The UK’s Guardian newspaper has, together with the BBC’s Panorama and the Washington-based International Consortium of Investigative Journalists (ICIJ,) put together a large-scale investigation of the offshore industry and its secrets. Read the opening article, and follow the associated links. None of what in this excellent investigation will surprise readers of Treasure Islands, but it is extremely important to have such an in-depth investigation bolstering our case.
The investigation begins:
The existence of an extraordinary global network of sham company directors, most of them British, can be revealed.
BBC Panorama tonight will show an undercover investigator asking James Turner, of Turner Little in York, to help him hide money stashed in a Swiss bank, and he offers nominee directors in Belize and says:
“They won’t even know that they were a director, they just get paid.”
That bit in bold is extraordinary, and it seems it’s not uncommon either: another company representative explained “that many of its nominees are not even aware of how their names are being used.” The investigation finds 21,500 companies through just nominee directors. They find the British Virgin Islands (BVI) particularly troubling – something that TJN has been shouting about for a long time: while Cayman is the first Caribbean jurisdiction most people think of in the context of tax havens, the BVI has not got nearly enough attention. This needs to change, dramatically. The UK appears to have some plans to clean up, but as we’ve noted, while this appears to be significant we don’t have a lot of confidence in its potential for real change.
“This Caribbean territory, which is ultimately controlled by the UK, has sold more than a million anonymously-owned offshore entities since launching itself in 1984 as a tax haven.”
We are also delighted to read that a worldwide research effort has been launched this year by the ICIJ. It aims to identify, country by country, thousands of the true owners.
“We are applying specialist software to crunch through literally hundreds of thousands of offshore entities to look for patterns. We are marrying our findings with old-fashioned shoe leather and interviews from key insiders who can provide further context on this little known and loosely regulated world.”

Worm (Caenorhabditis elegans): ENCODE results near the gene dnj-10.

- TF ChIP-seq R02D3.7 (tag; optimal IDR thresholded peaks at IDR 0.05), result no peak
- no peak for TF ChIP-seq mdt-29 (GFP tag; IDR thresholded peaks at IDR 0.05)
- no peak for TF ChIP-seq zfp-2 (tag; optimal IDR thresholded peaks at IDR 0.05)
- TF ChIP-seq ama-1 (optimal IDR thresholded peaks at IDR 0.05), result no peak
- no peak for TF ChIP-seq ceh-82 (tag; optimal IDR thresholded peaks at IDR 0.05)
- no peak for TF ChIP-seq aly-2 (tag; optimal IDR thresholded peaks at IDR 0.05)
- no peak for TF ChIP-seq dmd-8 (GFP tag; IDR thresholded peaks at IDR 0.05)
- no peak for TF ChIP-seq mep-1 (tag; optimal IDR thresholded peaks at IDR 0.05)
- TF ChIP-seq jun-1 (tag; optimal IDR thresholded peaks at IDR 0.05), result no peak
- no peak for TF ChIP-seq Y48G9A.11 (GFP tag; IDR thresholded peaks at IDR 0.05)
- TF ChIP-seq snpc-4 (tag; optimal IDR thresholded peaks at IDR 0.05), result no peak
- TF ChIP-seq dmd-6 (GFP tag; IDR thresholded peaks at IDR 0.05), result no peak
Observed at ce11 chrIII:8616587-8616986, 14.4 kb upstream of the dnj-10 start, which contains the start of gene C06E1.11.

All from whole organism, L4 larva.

An official from one of the companies approached, in Hertfordshire in the UK, said:
“if we were approached by the Indian tax authorities and they say we believe you are acting for this client and he is doing money laundering, we would give the information. If they said we were acting for this client and they are doing tax evasion, we wouldn’t give a monkey’s.“
And the subsequent conversation made matters somewhat worse. Another official is described:
“(he) offers his customers “anonymity of the ultimate owners”. He tells them: “The prime advantage … is to place the ‘management and control’ issue firmly outside a high tax jurisdiction.” This allows the owners to claim the company is being run from an overseas tax haven, rather than from where they live.”
“The UK government refuses to step in and make reforms. One reason was candidly spelled out by Michael Foot, a former Bank of England official and Financial Services Authority managing director. He reported to the then Labour chancellor, Alistair Darling, in a Treasury paper published in 2009, saying that to abolish the BVI’s secrecy regime “would be likely to result in a loss of business”.
It really is as sordid as that. Further articles so far:
- BBC’s Panorama shows staff admitting nominee directors are often a sham (with associated video)
- Sham directors: the woman running 1,200 companies from a Caribbean rock (with associated video). A focus on Nevis. “If Britain is crying about its tax dollars, that is not really a problem for us,” a Nevis official says. And, of course, Britain is just one of many, many countries suffering.
- The ‘Sark Lark’ Britons scattered around the world.
- British Virgin Islands, land of sand, sea and secrecy. The world’s biggest provider of offshore entities, yet the UK refuses to step in and force it to reform. We have for some time been strongly encouraging journalists to put a spotlight on the BVI. We are delighted to see this scrutiny. “The paperchase can often be costly and almost endless, giving suspects time to empty their accounts and cover their tracks.”
- The offshore trick: how BVI ‘nominee director’ system works. A handy graphic, showing three letters that the nominees send to their clients, included an undated resignation letter, allowing the nominee to duck liability at the drop of a hat; a general power of attorney handing back all control to the client, and the use of couriers to send information. We will post this on our ‘mechanics of secrecy’ web page.
And the investigation will continue through the week. Read about it here.
Cross-posted from the TJN blog, with permission (well, I wrote it.)